Sunday, September 13, 2009

Where did our team go?

Somewhere between the 2007 Stanley Cup Finals and Saturday's Dany Heatley trade, the Senators lost nearly everything that made them perennial contenders for half a dozen years.

Last season, a streak of twelve consecutive playoff seasons came to an end. Building towards a championship ended, expectations changed, and the term 'rebuilding' somehow entered fans' vocabularies.

Victim of circumstance?

No matter what you think of his philosophy, or skills as a manager, you must admit that Bryan Murray has been in an unenviable situation. It seems that every trade he's made since 2007-08 has not been in order to make the Sens better, but rather, to minimize the damage of some impending catastrophe.

And the free agency has only made things worse:

Joe Corvo - File under: demanded trade, locker-room poison
Andre Meszaros - File under: impending free agent
Dany Heatley - File under: demanded trade, locker-room poison
Ray Emery - File under: locker-room poison
Tom Preissing - File under: left as free agent (maybe for the better, that one)
Wade Redden - File under: bad at hockey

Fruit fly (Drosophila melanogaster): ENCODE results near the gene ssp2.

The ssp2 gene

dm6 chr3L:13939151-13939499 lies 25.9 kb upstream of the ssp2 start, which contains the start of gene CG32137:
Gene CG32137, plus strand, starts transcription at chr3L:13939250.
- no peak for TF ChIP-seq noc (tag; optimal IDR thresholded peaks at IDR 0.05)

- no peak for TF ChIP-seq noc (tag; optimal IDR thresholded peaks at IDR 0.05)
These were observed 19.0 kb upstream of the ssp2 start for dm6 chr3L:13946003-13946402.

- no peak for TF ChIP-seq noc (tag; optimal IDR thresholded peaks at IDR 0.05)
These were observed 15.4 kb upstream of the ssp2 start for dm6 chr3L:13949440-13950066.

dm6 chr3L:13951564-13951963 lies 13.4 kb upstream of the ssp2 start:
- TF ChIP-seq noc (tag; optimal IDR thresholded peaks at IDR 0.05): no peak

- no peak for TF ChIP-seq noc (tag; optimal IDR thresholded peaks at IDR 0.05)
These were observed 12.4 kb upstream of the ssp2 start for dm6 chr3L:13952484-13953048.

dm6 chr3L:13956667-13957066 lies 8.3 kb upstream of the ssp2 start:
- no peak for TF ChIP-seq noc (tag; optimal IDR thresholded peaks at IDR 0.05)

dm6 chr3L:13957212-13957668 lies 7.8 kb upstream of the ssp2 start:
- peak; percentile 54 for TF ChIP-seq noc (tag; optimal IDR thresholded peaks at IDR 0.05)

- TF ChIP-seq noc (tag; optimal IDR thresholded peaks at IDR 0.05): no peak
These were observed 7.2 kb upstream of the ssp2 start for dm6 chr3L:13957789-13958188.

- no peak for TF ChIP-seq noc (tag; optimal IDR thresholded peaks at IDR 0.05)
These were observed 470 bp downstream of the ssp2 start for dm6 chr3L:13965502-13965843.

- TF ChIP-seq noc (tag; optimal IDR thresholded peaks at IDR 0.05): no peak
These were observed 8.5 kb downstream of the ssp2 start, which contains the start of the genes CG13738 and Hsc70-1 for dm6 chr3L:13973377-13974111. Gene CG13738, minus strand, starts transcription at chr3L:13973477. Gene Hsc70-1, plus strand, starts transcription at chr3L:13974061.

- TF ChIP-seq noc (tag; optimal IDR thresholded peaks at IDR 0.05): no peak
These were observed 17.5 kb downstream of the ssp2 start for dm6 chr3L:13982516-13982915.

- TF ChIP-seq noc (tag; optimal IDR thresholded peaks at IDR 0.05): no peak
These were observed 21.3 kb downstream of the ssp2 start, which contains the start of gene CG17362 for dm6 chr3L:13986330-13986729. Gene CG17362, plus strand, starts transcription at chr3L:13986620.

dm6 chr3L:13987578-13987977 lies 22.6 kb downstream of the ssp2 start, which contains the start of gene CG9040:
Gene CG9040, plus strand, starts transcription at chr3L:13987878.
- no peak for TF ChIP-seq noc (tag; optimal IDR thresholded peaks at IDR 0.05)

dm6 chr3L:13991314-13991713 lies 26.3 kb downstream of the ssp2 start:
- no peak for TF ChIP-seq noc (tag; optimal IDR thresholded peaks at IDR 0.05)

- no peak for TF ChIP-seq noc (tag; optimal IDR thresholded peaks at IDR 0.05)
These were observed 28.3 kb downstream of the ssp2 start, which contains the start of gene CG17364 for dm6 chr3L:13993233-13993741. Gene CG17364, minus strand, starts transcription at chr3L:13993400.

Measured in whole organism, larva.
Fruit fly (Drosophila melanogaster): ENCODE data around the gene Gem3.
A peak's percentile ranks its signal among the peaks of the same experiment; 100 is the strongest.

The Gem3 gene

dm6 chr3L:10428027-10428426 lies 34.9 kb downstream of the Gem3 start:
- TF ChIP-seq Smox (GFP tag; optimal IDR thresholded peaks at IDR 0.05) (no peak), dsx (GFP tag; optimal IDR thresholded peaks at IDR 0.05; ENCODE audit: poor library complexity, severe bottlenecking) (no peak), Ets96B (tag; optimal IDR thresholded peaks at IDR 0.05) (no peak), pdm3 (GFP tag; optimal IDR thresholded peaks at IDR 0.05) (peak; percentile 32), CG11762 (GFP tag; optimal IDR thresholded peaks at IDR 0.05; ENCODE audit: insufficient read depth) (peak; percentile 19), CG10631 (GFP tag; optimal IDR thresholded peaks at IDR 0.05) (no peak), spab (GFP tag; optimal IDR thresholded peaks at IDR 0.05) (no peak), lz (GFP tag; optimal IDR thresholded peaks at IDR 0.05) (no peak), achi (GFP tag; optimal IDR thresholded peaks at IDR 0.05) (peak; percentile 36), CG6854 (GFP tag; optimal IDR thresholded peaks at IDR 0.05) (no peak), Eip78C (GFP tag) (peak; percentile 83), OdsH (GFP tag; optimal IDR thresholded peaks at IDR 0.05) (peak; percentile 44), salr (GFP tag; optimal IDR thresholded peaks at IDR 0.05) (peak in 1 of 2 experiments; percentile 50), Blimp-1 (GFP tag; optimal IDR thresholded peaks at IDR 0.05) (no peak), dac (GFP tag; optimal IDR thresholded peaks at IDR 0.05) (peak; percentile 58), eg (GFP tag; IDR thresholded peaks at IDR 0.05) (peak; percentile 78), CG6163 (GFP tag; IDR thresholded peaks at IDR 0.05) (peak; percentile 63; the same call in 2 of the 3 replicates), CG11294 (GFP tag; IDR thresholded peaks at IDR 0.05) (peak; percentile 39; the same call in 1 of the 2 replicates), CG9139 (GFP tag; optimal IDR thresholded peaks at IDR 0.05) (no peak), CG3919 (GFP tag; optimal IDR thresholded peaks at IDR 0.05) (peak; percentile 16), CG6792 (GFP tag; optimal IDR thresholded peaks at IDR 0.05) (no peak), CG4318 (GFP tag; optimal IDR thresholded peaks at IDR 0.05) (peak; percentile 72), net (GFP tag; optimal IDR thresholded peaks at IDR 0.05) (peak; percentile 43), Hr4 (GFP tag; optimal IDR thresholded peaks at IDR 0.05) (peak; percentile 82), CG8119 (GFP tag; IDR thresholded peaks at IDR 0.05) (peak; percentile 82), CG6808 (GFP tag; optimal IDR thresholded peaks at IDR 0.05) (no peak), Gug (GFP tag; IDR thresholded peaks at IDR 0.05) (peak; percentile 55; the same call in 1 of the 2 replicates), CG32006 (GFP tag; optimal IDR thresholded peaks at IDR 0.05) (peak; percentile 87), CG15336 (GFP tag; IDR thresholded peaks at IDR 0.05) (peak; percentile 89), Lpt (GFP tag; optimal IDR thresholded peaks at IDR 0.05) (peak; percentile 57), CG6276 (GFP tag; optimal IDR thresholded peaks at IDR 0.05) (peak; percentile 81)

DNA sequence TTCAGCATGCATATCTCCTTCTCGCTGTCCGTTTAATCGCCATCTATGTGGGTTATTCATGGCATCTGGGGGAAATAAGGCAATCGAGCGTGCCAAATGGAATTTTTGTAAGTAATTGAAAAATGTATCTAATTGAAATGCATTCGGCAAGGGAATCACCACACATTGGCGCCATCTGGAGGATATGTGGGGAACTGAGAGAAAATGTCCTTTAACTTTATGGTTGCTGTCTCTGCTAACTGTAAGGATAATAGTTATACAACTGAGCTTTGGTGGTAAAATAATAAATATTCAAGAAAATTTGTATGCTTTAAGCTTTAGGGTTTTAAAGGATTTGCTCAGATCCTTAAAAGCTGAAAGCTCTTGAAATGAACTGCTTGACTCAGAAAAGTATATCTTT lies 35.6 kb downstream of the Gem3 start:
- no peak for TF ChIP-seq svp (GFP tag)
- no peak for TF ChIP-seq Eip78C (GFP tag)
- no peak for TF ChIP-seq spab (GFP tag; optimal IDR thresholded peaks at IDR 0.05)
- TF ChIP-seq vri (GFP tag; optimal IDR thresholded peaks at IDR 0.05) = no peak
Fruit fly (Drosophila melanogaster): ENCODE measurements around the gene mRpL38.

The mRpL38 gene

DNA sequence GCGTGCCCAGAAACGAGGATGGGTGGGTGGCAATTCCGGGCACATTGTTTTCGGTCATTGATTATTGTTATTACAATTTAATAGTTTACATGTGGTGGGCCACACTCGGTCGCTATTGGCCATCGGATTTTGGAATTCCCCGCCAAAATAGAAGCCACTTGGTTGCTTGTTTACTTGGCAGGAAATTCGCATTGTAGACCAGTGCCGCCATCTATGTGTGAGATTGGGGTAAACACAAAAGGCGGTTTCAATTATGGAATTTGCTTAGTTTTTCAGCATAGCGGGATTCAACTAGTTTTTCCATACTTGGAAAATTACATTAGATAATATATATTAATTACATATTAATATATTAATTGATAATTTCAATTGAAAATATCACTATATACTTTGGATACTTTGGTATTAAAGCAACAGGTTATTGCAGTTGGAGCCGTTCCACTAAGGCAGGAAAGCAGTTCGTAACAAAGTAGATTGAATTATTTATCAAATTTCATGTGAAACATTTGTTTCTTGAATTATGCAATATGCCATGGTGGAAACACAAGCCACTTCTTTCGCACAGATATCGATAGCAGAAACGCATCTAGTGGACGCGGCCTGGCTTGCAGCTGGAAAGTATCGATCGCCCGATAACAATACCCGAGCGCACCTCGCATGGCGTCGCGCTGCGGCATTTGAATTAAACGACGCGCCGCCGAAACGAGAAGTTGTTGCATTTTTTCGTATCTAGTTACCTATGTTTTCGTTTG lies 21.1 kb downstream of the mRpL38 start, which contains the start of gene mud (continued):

...and let's not even get into Chara and Havlat--failures of past administrations.

Being proactive

Only rarely has Murray been to make a move to to improve the team (Vermette for Leclaire is the only one I can think of at the moment). Free agency, in fact, has been a boon, rather than a detriment, to the Senators for the first time in recent memory (see: Alex Kovalev, forget: Martin Gerber). Except for Kovalev and Pascal Leclaire, Murray has always been reactive, rather than proactive.

Turning assets like Heatley or Emery into returns for the team has not been easy, and in many ways (such as wins!) Murray has failed conclusively. For Corvo: Nothing. For Emery: Nothing. For Heatley... give it a season, but his record is not good.

As the image illustrates, little remains of the team that entered the 2007-08 season, and no one is more responsible for the success or failure of the team--especially in the upcoming season--more than Bryan Murray. He took an excellent team and made it into a mediocre one--receiving little in return for the bounty of talent he was handed. Now his task is to make that mediocre team good again.

He has molded the team in his image, there can now be no doubt of that. If this year, the team is a success, then the corner truly has been turned. If the team is a failure, then bring me Murray's head on a platter--I think he's done enough damage already.
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